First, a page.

NICE guideline and quality standards for IV fluid therapy
Katie Scales Consultant Nurse Critical Care Imperial College Healthcare NHS Trust and Member of NICE CG 174 Guideline Development Group & Advisory Committee member for NICE Quality Standard 66 spoke at today’s Advancing IV Therapy conference on
Why the Guideline and Quality Standards are needed
10 key priorities for implementation
In her presentation Katie stated:
'Assess your patient first, then decide what you are doing' 'It should be a strategy not a knee jerk reaction'
'You can start with your guidance, but you need to review it every 24 hours'
'Deciding on who the IV therapy lead should be in your practice, this should be someone at board level - clinician based'
Abstract of Katie’s presentation:
Intravenous (IV) fluid therapy is an essential part of modern healthcare, it has been estimated that at least 90% of hospitalised patients will receive IV fluid therapy at some point during their hospital stay. IV fluids are prescribed and administered daily, in all specialties, across the NHS. Despite our familiarity with IV fluid therapy little attention is given to this important topic within the undergraduate curriculum. Most health professionals know little about IV fluid therapy at the point of registration and rarely re-visit this topic during their professional careers.
In 1999 the National Confidential Enquiry into Perioperative Deaths identified that a significant number of patients were dying due to the over or under prescription of IV fluids. The report recommended that fluid management “should be accorded the same status as drug prescription”, a recommendation that is yet to be achieved in clinical practice. The risk of harm from inappropriate fluid management is estimated to affect 1 in 5 patients.
Health professionals often have little knowledge of the fluid and electrolyte needs of their patients and also know little about the composition of the IV fluids and electrolytes that are commonly prescribed and administered. IV fluid prescribing is often based on habit rather than evidence and is often the left to the most junior and least experienced member of the team. Health professionals may not recognise the link between poor fluid management and patient morbidity or mortality. Patients who receive too much fluid may go on to develop pulmonary oedema, which predisposes patients to pneumonia, which in turn may lead to prolonged hospitalisation or even death, particularly in the elderly. Patients who receive too little fluid are at risk of hypotension and acute kidney injury, which also increases length of hospital stay and overall risk of long term kidney damage. The time that elapses between an episode of fluid mismanagement and a patient’s eventual mortality often separates the cause and effect and professionals may fail to recognise the part that fluid therapy has played in the patient’s outcome.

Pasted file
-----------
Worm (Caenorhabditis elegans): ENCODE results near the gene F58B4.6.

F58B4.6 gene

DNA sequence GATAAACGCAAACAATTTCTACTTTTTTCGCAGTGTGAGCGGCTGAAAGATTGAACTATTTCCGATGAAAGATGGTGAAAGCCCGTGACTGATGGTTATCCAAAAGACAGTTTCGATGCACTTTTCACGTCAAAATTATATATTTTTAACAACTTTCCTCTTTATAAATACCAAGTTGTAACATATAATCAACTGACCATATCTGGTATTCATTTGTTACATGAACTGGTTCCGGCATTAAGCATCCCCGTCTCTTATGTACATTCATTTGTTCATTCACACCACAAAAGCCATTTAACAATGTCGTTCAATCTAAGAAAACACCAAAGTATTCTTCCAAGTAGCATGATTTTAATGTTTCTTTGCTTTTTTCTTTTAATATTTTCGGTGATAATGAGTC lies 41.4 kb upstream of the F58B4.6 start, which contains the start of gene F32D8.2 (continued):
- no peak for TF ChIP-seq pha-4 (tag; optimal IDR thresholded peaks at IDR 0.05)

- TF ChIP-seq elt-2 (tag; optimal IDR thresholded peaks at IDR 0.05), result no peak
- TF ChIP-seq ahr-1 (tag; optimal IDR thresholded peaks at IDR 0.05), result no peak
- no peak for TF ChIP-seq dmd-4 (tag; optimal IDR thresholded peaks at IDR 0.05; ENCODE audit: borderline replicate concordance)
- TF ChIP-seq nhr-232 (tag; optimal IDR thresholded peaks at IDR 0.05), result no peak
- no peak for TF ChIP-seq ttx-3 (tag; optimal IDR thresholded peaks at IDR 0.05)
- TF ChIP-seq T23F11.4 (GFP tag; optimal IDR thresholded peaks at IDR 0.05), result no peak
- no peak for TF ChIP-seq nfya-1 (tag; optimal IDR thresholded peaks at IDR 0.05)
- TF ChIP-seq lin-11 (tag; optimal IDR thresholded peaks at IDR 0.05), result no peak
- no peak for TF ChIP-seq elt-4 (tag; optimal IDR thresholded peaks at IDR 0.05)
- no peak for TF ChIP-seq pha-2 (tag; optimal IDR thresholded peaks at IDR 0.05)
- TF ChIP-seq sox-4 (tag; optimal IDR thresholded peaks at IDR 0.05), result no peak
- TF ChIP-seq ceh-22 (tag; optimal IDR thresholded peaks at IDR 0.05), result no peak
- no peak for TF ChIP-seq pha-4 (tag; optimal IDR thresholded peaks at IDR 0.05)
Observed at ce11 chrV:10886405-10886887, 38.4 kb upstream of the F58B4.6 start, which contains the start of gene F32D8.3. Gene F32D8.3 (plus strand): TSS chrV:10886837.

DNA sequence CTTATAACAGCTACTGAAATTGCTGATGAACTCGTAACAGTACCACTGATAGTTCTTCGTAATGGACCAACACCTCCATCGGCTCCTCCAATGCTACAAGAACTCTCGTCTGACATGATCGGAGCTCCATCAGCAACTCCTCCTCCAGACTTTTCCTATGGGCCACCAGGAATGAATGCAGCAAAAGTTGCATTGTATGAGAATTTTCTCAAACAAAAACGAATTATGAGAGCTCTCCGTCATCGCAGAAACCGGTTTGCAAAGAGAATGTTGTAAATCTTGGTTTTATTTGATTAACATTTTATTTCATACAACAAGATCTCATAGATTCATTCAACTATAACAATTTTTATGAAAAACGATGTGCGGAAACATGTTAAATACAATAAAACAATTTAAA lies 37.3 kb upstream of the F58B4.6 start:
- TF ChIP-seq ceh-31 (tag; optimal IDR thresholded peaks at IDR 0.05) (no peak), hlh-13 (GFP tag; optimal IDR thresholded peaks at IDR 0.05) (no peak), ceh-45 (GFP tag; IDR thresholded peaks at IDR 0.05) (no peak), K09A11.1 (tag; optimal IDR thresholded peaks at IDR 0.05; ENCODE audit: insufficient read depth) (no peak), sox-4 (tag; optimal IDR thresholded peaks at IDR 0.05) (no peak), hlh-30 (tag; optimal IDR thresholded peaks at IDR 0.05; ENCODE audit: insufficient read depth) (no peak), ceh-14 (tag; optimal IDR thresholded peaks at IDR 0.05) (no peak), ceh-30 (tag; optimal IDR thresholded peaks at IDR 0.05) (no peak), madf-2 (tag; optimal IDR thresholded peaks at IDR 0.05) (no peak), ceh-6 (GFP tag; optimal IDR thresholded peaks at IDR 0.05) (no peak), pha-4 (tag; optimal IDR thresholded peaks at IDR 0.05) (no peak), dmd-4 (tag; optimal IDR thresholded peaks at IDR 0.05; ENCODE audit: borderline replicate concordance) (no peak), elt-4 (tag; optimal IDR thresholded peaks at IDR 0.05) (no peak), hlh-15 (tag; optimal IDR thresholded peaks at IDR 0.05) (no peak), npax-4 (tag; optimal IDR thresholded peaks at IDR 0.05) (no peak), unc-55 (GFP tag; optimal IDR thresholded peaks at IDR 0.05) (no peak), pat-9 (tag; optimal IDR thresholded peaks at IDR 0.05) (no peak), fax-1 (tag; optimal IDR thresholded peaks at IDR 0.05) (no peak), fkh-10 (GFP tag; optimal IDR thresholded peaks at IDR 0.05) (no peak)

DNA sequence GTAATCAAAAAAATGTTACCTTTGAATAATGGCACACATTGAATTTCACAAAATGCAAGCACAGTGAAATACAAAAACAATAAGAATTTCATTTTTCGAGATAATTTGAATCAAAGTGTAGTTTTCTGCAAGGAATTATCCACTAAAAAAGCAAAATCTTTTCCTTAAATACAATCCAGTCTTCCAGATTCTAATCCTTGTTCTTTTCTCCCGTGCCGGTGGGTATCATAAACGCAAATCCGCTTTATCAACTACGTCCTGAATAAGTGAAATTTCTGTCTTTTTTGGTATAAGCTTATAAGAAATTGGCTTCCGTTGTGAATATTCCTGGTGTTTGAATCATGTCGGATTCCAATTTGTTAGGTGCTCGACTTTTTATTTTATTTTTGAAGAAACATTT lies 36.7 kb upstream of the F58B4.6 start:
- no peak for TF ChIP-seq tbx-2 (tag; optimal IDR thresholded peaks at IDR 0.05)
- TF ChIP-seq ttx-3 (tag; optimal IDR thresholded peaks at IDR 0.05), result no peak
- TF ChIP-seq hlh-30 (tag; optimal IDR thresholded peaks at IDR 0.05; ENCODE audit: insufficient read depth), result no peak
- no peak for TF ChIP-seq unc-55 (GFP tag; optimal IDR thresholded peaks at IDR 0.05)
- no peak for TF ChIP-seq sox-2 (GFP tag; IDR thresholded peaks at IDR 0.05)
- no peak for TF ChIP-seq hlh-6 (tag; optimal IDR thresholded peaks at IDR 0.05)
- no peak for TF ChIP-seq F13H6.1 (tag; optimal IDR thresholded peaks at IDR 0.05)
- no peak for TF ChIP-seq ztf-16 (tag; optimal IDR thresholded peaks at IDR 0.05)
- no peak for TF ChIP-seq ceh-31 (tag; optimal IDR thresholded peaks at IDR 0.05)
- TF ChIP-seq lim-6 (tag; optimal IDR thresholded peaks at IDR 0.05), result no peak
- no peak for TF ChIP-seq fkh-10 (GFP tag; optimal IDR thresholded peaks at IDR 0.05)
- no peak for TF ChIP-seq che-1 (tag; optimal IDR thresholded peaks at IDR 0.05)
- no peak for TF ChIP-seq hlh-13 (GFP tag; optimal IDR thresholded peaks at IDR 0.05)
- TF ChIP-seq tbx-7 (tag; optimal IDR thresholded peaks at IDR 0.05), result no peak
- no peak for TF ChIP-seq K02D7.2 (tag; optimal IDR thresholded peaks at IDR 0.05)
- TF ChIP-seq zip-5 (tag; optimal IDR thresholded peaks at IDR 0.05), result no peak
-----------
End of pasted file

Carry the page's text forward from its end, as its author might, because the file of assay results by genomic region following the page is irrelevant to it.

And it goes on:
The need for IV fluid guidelines is clear. All health professionals must be competent to prescribe, administer and monitor IV fluid and electrolyte therapy. The NICE IV fluid therapy guideline includes a range of useful resources to help health professionals to correctly assess and monitor the fluid and electrolyte needs of their patients.
Resources are available on the following links:
NICE IV Fluid therapy Full Guideline http://www.nice.org.uk/guidance/cg174/evidence/intravenous-fluid-therapy-in-adults-in-hospital-full-guideline-191667997
NICE IV Fluid therapy Full Guideline - summary https://www.nice.org.uk/guidance/cg174/resources/intravenous-fluid-therapy-in-over-16s-in-hospital-35109752233669
Algorithms for IV Fluid therapy in adults http://www.nice.org.uk/guidance/cg174/resources/intravenous-fluid-therapy-in-adults-in-hospital-algorithm-poster-set-191627821
Diagram of on-going losses http://www.nice.org.uk/guidance/cg174/resources/diagram-of-ongoing-losses-191664109
Katie Scale’s full presentation is available for download at the end of this page.
Katie Scale’s Biography:
Katie is a Consultant Nurse in Critical Care at Imperial College Healthcare NHS Trust and leads a nurse-led Outreach service providing critical care support to acutely ill adults in general wards.
Katie has an extensive career in critical care nursing and education. She was clinical tutor to the ITU course at St Thomas’ Hospital, London and a university lecturer with the Nightingale Institute before returning to clinical practice in 1995. In 1997 Katie was appointed Assistant Director of Nursing at the Hammersmith Hospitals NHS Trust before becoming a first wave Consultant Nurse in July 2000, the post she still holds today.
Katie has had a career-long interest in intravenous therapy and was a committee member of the RCN’s IV Therapy Forum for many years and a co-author of all three editions of the RCN’s Standards for Infusion Practice. Having been a founding board member of NIVAS, the multi-professional National Infusion and Vascular Access Society, Katie stepped down from the board in November 2014. Katie provides expert advice to the MHRA and is the nurse member of the Injectable Medicines Guide Group. Katie is a member of the Editorial Advisory Board of Nursing Standard and a manuscript reviewer for Nursing Standard. Katie presents and publishes widely in the field of intravenous therapy.
Katie was a member of the NICE Guideline Development Group and the NICE Quality Standards Advisory Committee for intravenous fluid therapy in adults in hospital.
Future conferences of interest:
Nursing Appraisal and Revalidation & implementing the New NMC Code of Practice
Effective Ward Manager
Nursing Revalidation Preparing for Going Live
Advancing IV Therapy
Download: katie-scales_1267.pdf3 December 2015